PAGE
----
Metals Insights – supply scarcity keeps copper price high

by: Casper Burgering

Strikes in Chile, a capital injection in China and improved economic sentiment: these are the ingredients fuelling the recent surge in the copper price. The main protagonist is Chile. Each year, strikes in the world’s largest copper mine – the Escondida mine – cause considerable volatility in the copper price. Will the copper price remain high or is this only a temporary reaction?

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Until March 2018 the copper price displayed a downward trend, losing over 7%. The situation then improved slowly but steadily. From 1 April to 31 May the price rose 2.5%, though remaining below the level of 1 January. That changed in June. In the past week, the price accelerated sharply by 6% to reach a year-high for 2018. The volatility increased from 4% to 6%. The reasons for this price spurt are diverse.

Chile has a share of 27% in the global mining production of copper ore, while also accounting for 22% of all identified copper ore reserves in the world. With numbers like that, it is no surprise that investors immediately take up positions as soon as strikes hit the Escondida copper mine. Their main worry concerns the future supply of ore and, indirectly, the supply of refined copper. The developments in Chile have lit the fuse for a further increase in the copper price, so it would seem. But the question now is: how long will the strikes last? If the negotiating parties reach an agreement fast, the unrest among investors – and hence the price – will also decrease. However, if the strikes are prolonged, the price will continue to climb.

But the strikes in Chile were not the only factor propelling the copper price upwards. On 6 June the People’s Bank of China (PBOC) injected 463 billion yuan into the financial markets and left interest rates unchanged. The copper price is also benefiting from these liquidity-boosting actions which open the way for more financial deals in the copper market.

Finally, sentiment among investors in the copper market has recently shown a marked improvement. The LME inventories are shrinking again, pointing to an acceleration in global demand. Nevertheless, demand for copper is still relatively weak in China at the moment. Though the number of unsold properties is falling, construction activity has yet to stage a proper recovery. Investments in property and the electricity network also continue to disappoint. On the other hand, demand for copper from the transport sector continues to grow, driven by sustained business activity and car sales in China. Consumers in China remain confident in the economy as is reflected in the growth in private spending. Apart from cars, other consumer discretionary items are also showing increased sales.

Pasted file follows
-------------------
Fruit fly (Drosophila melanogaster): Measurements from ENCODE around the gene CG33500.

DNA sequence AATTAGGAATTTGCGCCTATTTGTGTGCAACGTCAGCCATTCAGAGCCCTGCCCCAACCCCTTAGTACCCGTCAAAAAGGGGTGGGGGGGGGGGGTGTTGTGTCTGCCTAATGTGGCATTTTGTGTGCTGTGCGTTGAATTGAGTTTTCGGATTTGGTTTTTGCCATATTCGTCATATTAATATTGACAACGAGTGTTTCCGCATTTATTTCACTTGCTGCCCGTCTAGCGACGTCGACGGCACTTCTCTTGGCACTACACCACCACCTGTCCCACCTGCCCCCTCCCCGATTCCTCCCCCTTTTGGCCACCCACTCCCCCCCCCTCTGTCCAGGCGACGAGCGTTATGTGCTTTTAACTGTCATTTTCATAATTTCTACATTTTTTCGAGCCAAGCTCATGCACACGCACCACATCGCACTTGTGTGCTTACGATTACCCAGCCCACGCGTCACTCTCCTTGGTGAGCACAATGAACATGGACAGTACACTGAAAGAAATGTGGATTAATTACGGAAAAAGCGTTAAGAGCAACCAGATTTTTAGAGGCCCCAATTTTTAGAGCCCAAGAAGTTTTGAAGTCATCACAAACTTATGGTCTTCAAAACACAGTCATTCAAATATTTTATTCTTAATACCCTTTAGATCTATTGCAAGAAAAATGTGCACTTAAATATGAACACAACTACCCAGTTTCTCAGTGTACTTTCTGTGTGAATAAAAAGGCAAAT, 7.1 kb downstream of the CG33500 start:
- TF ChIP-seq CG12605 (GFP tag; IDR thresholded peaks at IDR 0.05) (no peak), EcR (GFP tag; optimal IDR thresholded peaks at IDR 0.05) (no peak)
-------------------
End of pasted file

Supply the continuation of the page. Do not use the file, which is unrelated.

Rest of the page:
Supply scarcity supports copper price

Copper went through a difficult first six months, being the only base metal to face price pressure up to the end of May. The tide turned in early June and the price has been rising ever since. The upturn, however, is mainly attributable to the strikes in Chile and these – as ever – are of a temporary nature. As soon as an agreement is reached, the price volatility will abate.

We see conditions in the copper market continuing to improve. A shortage of copper is expected in the second half of 2018. The shortfall will run up from 1.2% of consumption in the second quarter to 2.7% in the fourth quarter of this year. The further acceleration in global economic activity and the growth in world trade will also underpin the copper price. And though end demand in China remains lacklustre, we expect demand for copper to pick up further in China during the second half of 2018. In the light of these sustained market conditions and the relatively good sentiment in the market, ABN AMRO expects the copper price to continue rising from its current level in the third and fourth quarters, albeit at a moderate pace.